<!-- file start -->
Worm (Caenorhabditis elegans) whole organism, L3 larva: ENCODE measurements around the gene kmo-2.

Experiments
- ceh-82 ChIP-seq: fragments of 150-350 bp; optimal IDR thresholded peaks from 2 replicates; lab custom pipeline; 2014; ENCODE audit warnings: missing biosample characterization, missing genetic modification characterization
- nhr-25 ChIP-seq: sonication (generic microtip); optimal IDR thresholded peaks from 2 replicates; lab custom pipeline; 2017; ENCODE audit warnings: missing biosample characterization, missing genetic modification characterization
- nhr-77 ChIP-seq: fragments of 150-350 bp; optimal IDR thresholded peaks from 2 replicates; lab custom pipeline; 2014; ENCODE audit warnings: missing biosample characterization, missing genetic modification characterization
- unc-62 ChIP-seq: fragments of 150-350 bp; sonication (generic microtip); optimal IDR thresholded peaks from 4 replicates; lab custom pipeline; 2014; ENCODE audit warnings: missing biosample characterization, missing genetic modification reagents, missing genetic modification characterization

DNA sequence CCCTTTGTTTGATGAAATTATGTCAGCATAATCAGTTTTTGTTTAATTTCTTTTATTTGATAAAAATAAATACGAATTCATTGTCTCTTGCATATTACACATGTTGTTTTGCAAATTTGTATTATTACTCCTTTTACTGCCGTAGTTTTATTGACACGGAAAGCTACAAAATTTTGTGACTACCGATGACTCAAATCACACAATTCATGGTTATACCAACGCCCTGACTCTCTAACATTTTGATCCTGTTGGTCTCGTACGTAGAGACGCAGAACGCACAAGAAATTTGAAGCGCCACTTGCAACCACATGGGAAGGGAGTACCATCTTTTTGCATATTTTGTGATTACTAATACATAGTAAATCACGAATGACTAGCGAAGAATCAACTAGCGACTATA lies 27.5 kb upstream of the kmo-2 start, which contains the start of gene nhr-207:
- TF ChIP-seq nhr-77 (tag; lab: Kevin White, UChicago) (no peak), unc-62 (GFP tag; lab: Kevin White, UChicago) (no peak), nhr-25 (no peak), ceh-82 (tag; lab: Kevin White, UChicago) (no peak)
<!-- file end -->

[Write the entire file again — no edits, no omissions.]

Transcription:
Worm (Caenorhabditis elegans) whole organism, L3 larva: ENCODE measurements around the gene kmo-2.

Experiments
- ceh-82 ChIP-seq: fragments of 150-350 bp; optimal IDR thresholded peaks from 2 replicates; lab custom pipeline; 2014; ENCODE audit warnings: missing biosample characterization, missing genetic modification characterization
- nhr-25 ChIP-seq: sonication (generic microtip); optimal IDR thresholded peaks from 2 replicates; lab custom pipeline; 2017; ENCODE audit warnings: missing biosample characterization, missing genetic modification characterization
- nhr-77 ChIP-seq: fragments of 150-350 bp; optimal IDR thresholded peaks from 2 replicates; lab custom pipeline; 2014; ENCODE audit warnings: missing biosample characterization, missing genetic modification characterization
- unc-62 ChIP-seq: fragments of 150-350 bp; sonication (generic microtip); optimal IDR thresholded peaks from 4 replicates; lab custom pipeline; 2014; ENCODE audit warnings: missing biosample characterization, missing genetic modification reagents, missing genetic modification characterization

DNA sequence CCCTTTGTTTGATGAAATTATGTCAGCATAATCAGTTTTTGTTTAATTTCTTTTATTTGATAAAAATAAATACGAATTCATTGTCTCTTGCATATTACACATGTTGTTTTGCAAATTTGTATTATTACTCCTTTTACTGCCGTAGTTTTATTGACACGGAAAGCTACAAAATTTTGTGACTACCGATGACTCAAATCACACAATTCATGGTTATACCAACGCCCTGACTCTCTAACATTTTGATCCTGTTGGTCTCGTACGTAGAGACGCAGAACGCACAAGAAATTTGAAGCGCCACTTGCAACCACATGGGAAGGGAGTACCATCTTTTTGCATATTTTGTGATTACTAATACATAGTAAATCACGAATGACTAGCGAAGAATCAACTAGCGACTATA lies 27.5 kb upstream of the kmo-2 start, which contains the start of gene nhr-207:
- TF ChIP-seq nhr-77 (tag; lab: Kevin White, UChicago) (no peak), unc-62 (GFP tag; lab: Kevin White, UChicago) (no peak), nhr-25 (no peak), ceh-82 (tag; lab: Kevin White, UChicago) (no peak)